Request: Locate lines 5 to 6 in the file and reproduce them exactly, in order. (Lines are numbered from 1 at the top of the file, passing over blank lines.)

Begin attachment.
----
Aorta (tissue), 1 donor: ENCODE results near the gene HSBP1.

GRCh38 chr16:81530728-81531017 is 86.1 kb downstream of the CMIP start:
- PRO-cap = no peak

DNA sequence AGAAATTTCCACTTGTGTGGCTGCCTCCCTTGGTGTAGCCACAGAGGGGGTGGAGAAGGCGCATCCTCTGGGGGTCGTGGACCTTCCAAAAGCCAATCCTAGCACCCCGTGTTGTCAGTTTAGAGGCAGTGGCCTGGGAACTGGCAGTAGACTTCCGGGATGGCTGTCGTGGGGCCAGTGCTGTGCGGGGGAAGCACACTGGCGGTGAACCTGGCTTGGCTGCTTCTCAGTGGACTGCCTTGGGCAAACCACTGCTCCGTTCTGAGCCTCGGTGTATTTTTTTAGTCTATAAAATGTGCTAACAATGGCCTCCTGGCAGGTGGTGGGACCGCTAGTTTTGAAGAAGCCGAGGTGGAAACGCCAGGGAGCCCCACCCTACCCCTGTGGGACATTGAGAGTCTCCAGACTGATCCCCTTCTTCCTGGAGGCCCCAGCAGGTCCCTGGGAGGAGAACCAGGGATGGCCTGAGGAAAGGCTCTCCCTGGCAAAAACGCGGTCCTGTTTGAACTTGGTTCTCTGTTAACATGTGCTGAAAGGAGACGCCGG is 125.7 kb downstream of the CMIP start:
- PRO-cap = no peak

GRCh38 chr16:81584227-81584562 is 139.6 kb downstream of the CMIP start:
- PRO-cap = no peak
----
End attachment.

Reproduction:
- PRO-cap = no peak

GRCh38 chr16:81584227-81584562 is 139.6 kb downstream of the CMIP start: